What Cole Hamels Can Learn from Roy Halladay

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What Cole Hamels Can Learn from Roy Halladay
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This just in: Roy Halladay is one of a kind.

He’s been baseball’s best pitcher over the past decade and he’s showing no signs of slowing down. With that said, most major league pitchers can probably improve themselves simply by watching Doc work his mastery on the mound like clockwork.

Halladay’s teammate, Cole Hamels, can probably learn a valuable lesson from Roy, too.

What lesson? Well, it has nothing to do with Cole’s release point, him learning a new pitch, or tweaking the precise degree of his arm slot.

It has everything to do with mentality.

In Philadelphia, it’s widely believed that Hamels’ drop-off in performance since the 2008 World Series is due to his lack of focus, composure, and confidence on the pitching slab.

Of course, sports fans love to play psychiatrist.

By nature, we love to try to get into the minds of athletes and try to explain their thought process at a given time. It’s fun, but ultimately impossible to know for sure. Yeah, former-athlete TV and radio analysts, who are paid to “analyze,” are guilty of this too, not just in baseball.

But the fact remains that only one person knows just how irritated Cole Hamels gets when the opposing pitcher reaches base, when a defensive play isn’t made behind him, when he gets “squeezed” by the umpire, or when a nut job fan runs onto the field when he’s three outs away from a complete-game shutout.

And that one person is Cole Hamels.

However, it does indeed seem that Hamels has been hampered by a shortage of mental toughness in handling adversity. The one thing that we know for sure is that he has constantly been victimized by the “big inning” since the start of 2009.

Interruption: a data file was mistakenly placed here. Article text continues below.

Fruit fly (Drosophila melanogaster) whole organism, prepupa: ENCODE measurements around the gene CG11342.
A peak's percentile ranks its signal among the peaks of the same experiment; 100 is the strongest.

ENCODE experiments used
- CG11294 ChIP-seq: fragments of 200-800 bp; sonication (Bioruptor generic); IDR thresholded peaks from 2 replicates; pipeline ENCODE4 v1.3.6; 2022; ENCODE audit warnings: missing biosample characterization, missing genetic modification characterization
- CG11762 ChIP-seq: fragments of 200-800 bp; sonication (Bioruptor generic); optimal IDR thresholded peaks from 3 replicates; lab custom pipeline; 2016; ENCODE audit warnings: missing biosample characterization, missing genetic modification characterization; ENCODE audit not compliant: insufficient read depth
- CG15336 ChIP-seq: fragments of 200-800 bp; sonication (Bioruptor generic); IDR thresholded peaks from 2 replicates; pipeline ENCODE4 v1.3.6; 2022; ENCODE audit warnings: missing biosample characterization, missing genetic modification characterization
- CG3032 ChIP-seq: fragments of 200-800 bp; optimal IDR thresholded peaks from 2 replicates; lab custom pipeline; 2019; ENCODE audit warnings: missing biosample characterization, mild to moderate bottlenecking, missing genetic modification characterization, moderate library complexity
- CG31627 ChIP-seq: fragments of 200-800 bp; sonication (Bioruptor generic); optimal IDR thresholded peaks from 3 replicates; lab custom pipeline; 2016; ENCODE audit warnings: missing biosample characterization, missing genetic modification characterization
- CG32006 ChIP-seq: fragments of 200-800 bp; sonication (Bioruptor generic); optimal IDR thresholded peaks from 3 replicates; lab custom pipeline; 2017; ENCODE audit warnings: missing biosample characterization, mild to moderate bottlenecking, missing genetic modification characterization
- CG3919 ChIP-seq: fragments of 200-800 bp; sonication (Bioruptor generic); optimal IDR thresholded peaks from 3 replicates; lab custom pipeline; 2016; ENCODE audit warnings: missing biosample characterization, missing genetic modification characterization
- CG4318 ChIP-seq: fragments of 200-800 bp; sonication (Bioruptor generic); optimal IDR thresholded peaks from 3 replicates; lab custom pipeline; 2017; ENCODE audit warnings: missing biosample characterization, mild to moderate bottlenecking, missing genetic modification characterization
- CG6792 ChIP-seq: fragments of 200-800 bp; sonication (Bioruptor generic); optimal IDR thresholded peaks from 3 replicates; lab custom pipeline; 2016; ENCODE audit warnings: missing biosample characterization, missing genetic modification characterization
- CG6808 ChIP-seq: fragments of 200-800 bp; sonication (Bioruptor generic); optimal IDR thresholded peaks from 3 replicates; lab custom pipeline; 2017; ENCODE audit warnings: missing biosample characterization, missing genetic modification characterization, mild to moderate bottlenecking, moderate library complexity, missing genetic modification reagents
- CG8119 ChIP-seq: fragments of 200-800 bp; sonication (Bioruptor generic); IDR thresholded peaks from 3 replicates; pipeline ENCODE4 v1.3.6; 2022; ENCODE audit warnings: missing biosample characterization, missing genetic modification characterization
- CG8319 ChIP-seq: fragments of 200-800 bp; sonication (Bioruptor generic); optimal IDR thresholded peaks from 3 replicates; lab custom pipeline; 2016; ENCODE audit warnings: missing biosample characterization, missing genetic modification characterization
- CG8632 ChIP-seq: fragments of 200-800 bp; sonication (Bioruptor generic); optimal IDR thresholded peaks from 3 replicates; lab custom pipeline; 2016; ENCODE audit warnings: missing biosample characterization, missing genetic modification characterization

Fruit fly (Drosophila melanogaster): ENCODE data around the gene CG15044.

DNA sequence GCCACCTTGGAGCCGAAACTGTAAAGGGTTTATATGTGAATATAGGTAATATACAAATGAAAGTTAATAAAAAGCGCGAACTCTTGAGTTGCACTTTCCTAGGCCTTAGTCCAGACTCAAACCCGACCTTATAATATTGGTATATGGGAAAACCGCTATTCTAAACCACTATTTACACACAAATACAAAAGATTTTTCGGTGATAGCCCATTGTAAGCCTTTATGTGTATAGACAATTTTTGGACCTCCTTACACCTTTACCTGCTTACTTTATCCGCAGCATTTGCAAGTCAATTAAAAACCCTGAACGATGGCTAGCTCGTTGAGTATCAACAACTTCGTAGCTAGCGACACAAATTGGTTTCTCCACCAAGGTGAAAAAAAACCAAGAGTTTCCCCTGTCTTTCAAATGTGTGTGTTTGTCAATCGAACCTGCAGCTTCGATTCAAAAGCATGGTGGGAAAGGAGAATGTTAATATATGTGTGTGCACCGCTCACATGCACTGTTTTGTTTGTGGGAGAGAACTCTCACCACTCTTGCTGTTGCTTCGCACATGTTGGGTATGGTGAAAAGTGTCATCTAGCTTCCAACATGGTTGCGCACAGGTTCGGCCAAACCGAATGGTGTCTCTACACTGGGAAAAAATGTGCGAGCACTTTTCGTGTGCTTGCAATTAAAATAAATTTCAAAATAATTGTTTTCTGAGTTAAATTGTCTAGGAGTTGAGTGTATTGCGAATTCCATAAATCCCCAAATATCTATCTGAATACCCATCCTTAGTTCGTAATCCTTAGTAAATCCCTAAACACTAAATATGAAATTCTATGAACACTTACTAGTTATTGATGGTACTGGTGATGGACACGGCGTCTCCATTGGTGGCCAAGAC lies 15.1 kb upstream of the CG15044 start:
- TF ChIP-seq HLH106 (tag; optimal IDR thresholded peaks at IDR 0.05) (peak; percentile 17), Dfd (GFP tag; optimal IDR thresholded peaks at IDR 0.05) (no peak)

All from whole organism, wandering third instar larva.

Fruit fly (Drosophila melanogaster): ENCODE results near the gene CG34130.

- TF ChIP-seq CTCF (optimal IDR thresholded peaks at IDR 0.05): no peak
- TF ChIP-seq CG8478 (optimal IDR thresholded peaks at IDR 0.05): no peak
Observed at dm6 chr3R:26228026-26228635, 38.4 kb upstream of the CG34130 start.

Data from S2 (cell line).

Hamels can look like Steve Carlton in his prime for five innings, but mutate into Bruce Chen during the sixth. Sometimes, Cole’s one bad inning costs him, and his team, a victory.

In 2010, Hamels has suffered through an inning in which he’s given up three or more runs in four of his eight starts…each time after he looked unhittable in the innings prior.

Those numbers are consistent with his 2009 performance, as he gave up at least three runs in an inning in 36 percent of his starts (13 of his 36 starts, including the postseason).

By comparison, Hamels surrendered three or more runs in a particular inning in just 23 percent of his starts during the 2008 season (nine out of his 38 total starts).

Of course, Roy Halladay isn’t nearly as susceptible to the big inning, in part because he’s emotionally indestructible.

Never was Halladay’s toughness more evident than in his May 7 start at Citizens Bank Park against the St. Louis Cardinals. Halladay won the game, 7-2, and improved his record to 6-1 because he rose to the occasion in the face of adversity and bad luck, which could have easily victimized a lesser composed pitcher.

With the Phillies leading 3-0 in the top of the second inning, Philadelphia’s defense committed two errors, including a three-base error on Jayson Werth. Of course, Halladay minimized the damage and allowed just one unearned run to score.

In the fifth inning (protecting a 5-1 lead), Halladay was every bit as much at odds with home plate umpire Mike Everitt’s interpretation of the strike zone as he was with the St. Louis hitters. Halladay uncharacteristically walked two during the inning, including a free pass to Albert Pujols that loaded the bases with two outs. Yet, Halladay struck out Matt Holliday to preserve the Phils’ four-run pad.

Immediately after recording the inning-ending strikeout, Halladay approached home plate umpire Everitt to question why several seemingly good pitches to Pujols and Holliday were called balls. Halladay appeared cool and calm throughout the discussion and, as usual, was in complete command.

Cole Hamels, on the other hand, has been repeatedly undone by instances of poor defense and “close” umpiring calls that don’t go his way. Halladay overcame both those obstacles in a four-inning span on May 7.

Over the past several years, Hamels has reportedly used 47-year-old teammate Jamie Moyer as his personal brochure to The Art of Pitching. Hopefully by now, Hamels has tried to learn a thing or two about mental resolve from Doc Halladay.  

Of course, no one can be as good as Roy Halladay.

But perhaps the Phils young southpaw can mature just by discussing with Doc, and studying, his unflappable demeanor on the mound.

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